Accordingly, to determine the optimal hyperparameter, a statistical test is performed under an extensive series of coefficients and window sizes with the collected data, shown in Figure 3. As expected, the accuracy improves with the benefit of added frames, however, the difference in the data feature between the front frame and current frame increases with the window size, engendering a larger motion estimation error and further degrading the signal-to-noise ratio in miscalibration determination. Consequently, the determination accuracy under window sizes 9 and 10 decrease slightly. Instead, it is noted that a 7-frame window is significantly more robust, and the maximum determination accuracy 99.63% appears under coefficient 0.945. Hence, the above two hyperparameters are selected to accurately and robustly detect the current sensor drift.

Figure 3
figure 3

Determination accuracy under different coefficients and window sizes

5 Automatic Correction

When the sensor drift at the current position is detected, the automatic recalibration strategy is then implemented. The scaled camera motions \(T_{{c_{k - n} }}^{{c_{k} }}\) are first retrieved through associating the 2-D feature points \(u_{k,g}^{f}\) from the image \(I_{k}\) and the corresponding 3-D points \(p_{k - n,i}\) from prior point cloud \(P_{{k{ - }n}}\); then the camera motions estimated from point cloud \(T_{{l_{k - n} }}^{{l_{k - n + 1} }}\) is further employed to get the motion \(\overline{T}_{{c_{k - 1} }}^{{c_{k} }}\) between the current and previous frames. Through transforming the prior un-drifted LiDAR scan \(P_{{k{ - 1}}}\) to the current position and registered with the drifted point cloud \(P_{k}\), the extrinsic parameters of the current frame \(T_{{l_{k} }}^{{c_{k} }}\) are finally corrected by multiplying the registration matrix \(T_{{c_{k} }}^{R}\).

5.1 Association of Point Cloud with Feature Points

As depicted in Figure 4, association of depth measurements \(p_{k - n,i}\) with the visual feature points \(u_{k,g}^{f}\) is executed by first projecting the prior un-drifted LiDAR scan \(P_{{k{ - }n}}\) to the corresponding image \(I_{{k{ - }n}}\) using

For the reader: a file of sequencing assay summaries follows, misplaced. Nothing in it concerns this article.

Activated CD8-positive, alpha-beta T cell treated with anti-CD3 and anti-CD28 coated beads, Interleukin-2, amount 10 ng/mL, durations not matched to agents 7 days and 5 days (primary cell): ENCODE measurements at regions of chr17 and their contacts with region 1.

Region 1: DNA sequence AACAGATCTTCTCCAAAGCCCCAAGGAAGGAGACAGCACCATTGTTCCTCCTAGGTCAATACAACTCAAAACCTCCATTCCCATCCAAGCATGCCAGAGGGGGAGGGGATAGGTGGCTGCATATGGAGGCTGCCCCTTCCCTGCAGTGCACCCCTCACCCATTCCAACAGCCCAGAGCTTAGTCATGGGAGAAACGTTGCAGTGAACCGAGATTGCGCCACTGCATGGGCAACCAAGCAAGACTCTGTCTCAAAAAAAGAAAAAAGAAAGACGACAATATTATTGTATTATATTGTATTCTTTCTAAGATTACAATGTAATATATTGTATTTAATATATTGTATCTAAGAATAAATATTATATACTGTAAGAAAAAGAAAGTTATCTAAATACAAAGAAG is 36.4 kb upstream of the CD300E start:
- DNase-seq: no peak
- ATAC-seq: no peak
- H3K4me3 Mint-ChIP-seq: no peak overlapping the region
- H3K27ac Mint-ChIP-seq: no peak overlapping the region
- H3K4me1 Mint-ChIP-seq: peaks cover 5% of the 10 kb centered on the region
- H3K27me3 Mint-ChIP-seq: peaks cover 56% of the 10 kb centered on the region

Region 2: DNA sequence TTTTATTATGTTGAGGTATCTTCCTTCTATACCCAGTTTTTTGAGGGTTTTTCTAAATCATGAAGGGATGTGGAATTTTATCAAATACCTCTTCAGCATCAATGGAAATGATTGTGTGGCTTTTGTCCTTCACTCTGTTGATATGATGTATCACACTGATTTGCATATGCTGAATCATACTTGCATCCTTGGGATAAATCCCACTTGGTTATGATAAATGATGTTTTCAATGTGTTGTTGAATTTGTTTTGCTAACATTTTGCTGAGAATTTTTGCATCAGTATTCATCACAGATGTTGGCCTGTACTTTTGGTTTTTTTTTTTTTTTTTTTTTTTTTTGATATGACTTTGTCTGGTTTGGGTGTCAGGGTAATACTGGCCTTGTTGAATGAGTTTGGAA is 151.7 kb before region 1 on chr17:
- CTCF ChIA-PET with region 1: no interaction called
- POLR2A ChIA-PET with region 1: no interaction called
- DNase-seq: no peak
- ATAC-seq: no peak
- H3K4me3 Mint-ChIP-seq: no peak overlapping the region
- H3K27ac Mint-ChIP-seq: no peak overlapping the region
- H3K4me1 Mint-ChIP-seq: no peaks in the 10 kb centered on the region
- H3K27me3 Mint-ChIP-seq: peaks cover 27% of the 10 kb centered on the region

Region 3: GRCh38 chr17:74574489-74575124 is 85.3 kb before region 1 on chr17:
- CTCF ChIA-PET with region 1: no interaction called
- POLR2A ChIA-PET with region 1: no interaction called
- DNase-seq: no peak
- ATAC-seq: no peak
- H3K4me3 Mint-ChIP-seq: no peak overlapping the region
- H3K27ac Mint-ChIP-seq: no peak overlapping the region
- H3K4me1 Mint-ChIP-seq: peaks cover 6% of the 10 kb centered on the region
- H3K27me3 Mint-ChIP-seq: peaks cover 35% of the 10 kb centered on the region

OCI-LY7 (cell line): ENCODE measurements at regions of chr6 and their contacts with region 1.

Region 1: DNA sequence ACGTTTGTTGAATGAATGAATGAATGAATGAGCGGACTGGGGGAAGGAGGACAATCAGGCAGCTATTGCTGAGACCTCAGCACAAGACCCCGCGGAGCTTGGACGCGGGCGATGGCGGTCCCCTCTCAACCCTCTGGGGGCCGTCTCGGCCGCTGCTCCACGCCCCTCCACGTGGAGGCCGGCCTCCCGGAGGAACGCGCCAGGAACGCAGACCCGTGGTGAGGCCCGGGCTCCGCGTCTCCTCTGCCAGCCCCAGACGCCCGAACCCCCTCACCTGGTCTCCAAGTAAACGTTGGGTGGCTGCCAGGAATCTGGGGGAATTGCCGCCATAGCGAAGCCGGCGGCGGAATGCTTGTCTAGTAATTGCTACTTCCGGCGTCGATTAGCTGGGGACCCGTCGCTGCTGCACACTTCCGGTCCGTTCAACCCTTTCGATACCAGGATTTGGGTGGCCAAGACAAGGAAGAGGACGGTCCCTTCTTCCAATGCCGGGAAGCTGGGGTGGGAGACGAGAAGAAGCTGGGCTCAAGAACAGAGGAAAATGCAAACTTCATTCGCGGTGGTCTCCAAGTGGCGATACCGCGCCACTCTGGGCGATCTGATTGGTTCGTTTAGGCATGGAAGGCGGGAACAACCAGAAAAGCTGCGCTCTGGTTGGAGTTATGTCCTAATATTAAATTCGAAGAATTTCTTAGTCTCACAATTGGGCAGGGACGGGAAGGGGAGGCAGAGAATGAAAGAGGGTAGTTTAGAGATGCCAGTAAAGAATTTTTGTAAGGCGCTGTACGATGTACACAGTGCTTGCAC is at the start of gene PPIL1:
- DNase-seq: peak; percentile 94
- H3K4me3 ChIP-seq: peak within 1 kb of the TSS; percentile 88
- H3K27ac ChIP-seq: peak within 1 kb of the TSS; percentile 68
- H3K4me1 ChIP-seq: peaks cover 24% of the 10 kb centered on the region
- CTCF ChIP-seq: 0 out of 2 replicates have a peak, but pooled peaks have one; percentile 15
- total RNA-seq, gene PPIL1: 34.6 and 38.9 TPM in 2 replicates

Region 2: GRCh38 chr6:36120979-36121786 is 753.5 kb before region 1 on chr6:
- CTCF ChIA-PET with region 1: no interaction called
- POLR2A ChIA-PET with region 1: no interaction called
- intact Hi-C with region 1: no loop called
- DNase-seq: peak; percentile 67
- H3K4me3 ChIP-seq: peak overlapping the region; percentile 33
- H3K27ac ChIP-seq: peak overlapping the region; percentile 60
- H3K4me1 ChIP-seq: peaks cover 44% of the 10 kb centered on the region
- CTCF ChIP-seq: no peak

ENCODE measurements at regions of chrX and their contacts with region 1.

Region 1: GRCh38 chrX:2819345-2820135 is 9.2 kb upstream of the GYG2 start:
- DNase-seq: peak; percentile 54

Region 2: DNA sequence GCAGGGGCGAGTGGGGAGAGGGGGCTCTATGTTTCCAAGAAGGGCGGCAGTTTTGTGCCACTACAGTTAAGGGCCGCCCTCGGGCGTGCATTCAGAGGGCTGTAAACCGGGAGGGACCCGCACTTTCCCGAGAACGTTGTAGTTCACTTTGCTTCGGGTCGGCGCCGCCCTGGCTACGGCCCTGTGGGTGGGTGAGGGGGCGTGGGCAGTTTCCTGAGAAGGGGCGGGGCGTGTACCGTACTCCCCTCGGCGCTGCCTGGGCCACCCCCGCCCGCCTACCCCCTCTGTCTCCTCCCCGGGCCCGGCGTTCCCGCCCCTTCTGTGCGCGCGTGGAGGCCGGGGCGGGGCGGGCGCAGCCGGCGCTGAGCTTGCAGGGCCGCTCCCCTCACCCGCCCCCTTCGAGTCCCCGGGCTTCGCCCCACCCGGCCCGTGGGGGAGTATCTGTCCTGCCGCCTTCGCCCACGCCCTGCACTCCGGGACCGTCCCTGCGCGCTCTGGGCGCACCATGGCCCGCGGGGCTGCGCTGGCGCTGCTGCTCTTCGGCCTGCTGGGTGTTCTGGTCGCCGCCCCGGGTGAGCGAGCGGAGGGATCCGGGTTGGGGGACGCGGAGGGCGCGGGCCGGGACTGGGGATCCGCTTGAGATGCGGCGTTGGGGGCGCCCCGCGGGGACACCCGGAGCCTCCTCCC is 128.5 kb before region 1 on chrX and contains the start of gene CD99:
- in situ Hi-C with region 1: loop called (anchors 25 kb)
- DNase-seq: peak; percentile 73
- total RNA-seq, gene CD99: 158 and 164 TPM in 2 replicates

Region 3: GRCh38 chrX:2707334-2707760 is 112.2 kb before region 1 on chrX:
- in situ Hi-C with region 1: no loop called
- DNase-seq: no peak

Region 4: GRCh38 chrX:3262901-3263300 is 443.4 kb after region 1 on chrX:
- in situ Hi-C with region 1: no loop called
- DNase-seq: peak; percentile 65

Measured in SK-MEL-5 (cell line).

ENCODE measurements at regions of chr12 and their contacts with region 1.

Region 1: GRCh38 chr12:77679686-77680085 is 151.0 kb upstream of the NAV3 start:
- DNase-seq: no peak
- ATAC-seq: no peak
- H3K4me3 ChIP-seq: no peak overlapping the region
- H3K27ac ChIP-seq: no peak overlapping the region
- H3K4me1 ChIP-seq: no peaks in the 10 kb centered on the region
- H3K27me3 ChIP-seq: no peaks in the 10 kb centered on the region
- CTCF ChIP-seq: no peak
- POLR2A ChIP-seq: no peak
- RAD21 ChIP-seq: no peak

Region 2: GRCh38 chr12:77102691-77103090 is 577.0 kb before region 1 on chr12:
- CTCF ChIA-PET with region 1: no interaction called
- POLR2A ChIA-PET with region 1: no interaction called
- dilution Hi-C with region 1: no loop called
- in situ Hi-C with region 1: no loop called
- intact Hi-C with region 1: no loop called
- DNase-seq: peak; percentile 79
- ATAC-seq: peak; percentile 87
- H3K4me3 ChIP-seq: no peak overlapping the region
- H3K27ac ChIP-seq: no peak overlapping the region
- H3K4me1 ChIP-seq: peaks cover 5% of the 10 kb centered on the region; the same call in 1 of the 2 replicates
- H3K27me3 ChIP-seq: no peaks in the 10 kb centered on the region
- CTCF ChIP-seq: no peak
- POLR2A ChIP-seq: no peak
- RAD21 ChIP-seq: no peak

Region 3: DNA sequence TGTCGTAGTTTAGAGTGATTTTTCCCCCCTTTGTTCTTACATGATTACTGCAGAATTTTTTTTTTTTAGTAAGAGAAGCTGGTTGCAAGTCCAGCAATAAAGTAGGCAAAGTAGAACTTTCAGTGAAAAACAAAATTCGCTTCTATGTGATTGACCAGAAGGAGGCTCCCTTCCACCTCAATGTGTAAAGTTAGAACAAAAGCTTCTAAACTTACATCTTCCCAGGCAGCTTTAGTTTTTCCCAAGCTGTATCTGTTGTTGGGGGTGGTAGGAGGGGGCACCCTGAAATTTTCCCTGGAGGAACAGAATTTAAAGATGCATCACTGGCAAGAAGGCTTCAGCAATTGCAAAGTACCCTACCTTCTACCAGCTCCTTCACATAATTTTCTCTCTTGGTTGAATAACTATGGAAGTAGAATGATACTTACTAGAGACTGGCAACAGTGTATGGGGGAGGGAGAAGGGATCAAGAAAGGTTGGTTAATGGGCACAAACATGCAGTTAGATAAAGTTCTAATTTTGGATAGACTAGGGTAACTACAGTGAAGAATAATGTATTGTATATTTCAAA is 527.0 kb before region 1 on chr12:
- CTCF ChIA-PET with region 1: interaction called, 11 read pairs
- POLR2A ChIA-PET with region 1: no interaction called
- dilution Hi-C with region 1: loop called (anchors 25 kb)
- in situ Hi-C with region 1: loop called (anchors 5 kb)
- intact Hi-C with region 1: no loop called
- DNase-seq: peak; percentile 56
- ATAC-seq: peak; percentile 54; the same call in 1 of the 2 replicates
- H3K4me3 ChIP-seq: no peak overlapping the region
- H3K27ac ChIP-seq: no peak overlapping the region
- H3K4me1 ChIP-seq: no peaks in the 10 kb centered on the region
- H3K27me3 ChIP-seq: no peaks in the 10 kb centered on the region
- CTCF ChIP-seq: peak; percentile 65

$$u_{k - n,i}^{p} = \pi (Kp_{k - n,i} ),$$

where \(u_{k - n,i}^{p}\) is the projection of \(p_{k - n,i}\) in the pixel coordinate system, \(\pi ( \cdot )\) is the projection function.

Figure 4
figure 4

Diagram of associating feature points \(u_{k,g}^{f}\) in image \(I_{k}\) with the points \(p_{k - n,i}\) in LiDAR scan \(P_{{k{ - }n}}\)

The projected point cloud is aligned well with the image since no sensor drift happened in the previous frames. After that, the feature points \(u_{k - n,g}^{f}\) extracted in the camera motion estimation are associated with depth projections \(u_{k - n,i}^{p}\) using the nearest neighbor search if a valid range value is found within a small local neighborhood \(t_{a}\):

$$\left\| {u_{k - n,g}^{f} - u_{k - n,i}^{p} } \right\|_{{L_{2} }} < t_{a}.$$

In the implementation, \(t_{a}\) is generally 2 pixels. And the projected point \(u_{k - n,i}^{p}\) whose depth is closer than its neighbors are paired up with the feature point \(u_{k - n,g}^{f}\), on account of the farther 3-D range points are less likely to coincide with the feature points due to the occlusion and parallax; besides, the points which actually fall in the image are considered only.

Then, by the knowledge of the matched feature points between the prior image \(I_{{k{ - }n}}\) and current image \(I_{k}\), the 3-D-to-2-D correspondence between the point \(p_{k - n,i}\) in the previous LiDAR scan and the feature point \(u_{k,g}^{f}\) in the current image can be accordingly constructed. Then the camera motion \(T_{{c_{k - n} }}^{{c_{k} }}\) can be estimated with the perspective-from-n-points (PnP) algorithm embedded in the RANSAC scheme to robustly discard the outliers:

$$T_{{c_{k - n} }}^{{c_{k} }} { = }\arg {\text{min}}\frac{1}{2}\sum\limits_{{}}^{{}} {\left\| {u_{k,g}^{f} - \pi (KT_{{c_{k - n} }}^{{c_{k} }} p_{k - n,i} )} \right\|_{2}^{2} }.$$

By minimizing the reprojection error of all inliers, this bundle adjustment (BA) problem is solved using Levenberg–Marquart (LM) optimization method, the Ceres Solver C++ Library is employed to perform the nonlinear optimization.